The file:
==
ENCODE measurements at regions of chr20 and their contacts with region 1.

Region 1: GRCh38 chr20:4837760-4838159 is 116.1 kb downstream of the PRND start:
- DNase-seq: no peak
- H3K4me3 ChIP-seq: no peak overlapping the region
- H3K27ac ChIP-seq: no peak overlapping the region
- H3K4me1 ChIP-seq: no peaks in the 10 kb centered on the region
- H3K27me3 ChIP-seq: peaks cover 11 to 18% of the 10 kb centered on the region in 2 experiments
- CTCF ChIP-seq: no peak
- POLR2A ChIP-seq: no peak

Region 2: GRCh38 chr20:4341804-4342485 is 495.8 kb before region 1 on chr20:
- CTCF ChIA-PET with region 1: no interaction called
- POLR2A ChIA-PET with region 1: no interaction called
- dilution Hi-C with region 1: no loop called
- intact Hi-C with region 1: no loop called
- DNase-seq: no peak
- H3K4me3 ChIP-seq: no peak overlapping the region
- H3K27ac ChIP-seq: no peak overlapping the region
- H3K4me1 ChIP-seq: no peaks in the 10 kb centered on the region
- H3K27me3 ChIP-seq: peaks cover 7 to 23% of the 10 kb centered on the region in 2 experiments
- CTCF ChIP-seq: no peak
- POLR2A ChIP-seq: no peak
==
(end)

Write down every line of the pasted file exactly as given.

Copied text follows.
ENCODE measurements at regions of chr20 and their contacts with region 1.

Region 1: GRCh38 chr20:4837760-4838159 is 116.1 kb downstream of the PRND start:
- DNase-seq: no peak
- H3K4me3 ChIP-seq: no peak overlapping the region
- H3K27ac ChIP-seq: no peak overlapping the region
- H3K4me1 ChIP-seq: no peaks in the 10 kb centered on the region
- H3K27me3 ChIP-seq: peaks cover 11 to 18% of the 10 kb centered on the region in 2 experiments
- CTCF ChIP-seq: no peak
- POLR2A ChIP-seq: no peak

Region 2: GRCh38 chr20:4341804-4342485 is 495.8 kb before region 1 on chr20:
- CTCF ChIA-PET with region 1: no interaction called
- POLR2A ChIA-PET with region 1: no interaction called
- dilution Hi-C with region 1: no loop called
- intact Hi-C with region 1: no loop called
- DNase-seq: no peak
- H3K4me3 ChIP-seq: no peak overlapping the region
- H3K27ac ChIP-seq: no peak overlapping the region
- H3K4me1 ChIP-seq: no peaks in the 10 kb centered on the region
- H3K27me3 ChIP-seq: peaks cover 7 to 23% of the 10 kb centered on the region in 2 experiments
- CTCF ChIP-seq: no peak
- POLR2A ChIP-seq: no peak